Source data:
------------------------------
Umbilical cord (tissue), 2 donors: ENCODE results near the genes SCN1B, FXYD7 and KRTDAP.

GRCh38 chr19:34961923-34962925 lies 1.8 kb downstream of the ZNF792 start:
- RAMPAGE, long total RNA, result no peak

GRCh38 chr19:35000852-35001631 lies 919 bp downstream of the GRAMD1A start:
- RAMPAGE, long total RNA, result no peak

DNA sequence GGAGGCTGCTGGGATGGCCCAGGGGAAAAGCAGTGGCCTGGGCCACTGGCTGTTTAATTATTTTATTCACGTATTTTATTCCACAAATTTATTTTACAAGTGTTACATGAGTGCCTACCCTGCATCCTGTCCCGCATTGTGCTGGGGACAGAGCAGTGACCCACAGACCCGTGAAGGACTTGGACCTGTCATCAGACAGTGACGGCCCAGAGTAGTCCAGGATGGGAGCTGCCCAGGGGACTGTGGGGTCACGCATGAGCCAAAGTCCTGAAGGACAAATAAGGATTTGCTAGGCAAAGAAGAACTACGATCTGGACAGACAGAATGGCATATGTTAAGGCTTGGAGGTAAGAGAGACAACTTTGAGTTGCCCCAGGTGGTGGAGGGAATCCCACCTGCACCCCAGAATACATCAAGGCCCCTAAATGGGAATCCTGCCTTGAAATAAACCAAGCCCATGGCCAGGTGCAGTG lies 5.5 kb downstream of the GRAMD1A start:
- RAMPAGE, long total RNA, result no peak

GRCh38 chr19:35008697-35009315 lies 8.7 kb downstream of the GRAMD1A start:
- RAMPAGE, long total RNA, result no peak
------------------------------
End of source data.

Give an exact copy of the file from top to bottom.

Umbilical cord (tissue), 2 donors: ENCODE results near the genes SCN1B, FXYD7 and KRTDAP.

GRCh38 chr19:34961923-34962925 lies 1.8 kb downstream of the ZNF792 start:
- RAMPAGE, long total RNA, result no peak

GRCh38 chr19:35000852-35001631 lies 919 bp downstream of the GRAMD1A start:
- RAMPAGE, long total RNA, result no peak

DNA sequence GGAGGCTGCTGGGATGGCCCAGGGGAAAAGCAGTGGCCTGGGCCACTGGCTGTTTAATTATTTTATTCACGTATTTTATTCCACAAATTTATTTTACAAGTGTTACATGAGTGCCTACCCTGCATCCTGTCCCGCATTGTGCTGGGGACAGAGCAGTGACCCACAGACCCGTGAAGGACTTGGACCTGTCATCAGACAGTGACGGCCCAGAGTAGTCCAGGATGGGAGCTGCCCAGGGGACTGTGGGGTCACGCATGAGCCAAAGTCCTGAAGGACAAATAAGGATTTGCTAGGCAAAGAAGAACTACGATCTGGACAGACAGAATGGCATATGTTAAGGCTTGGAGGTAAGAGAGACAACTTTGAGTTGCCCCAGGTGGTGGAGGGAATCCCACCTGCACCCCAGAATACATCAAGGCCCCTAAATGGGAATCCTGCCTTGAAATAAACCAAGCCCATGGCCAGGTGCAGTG lies 5.5 kb downstream of the GRAMD1A start:
- RAMPAGE, long total RNA, result no peak

GRCh38 chr19:35008697-35009315 lies 8.7 kb downstream of the GRAMD1A start:
- RAMPAGE, long total RNA, result no peak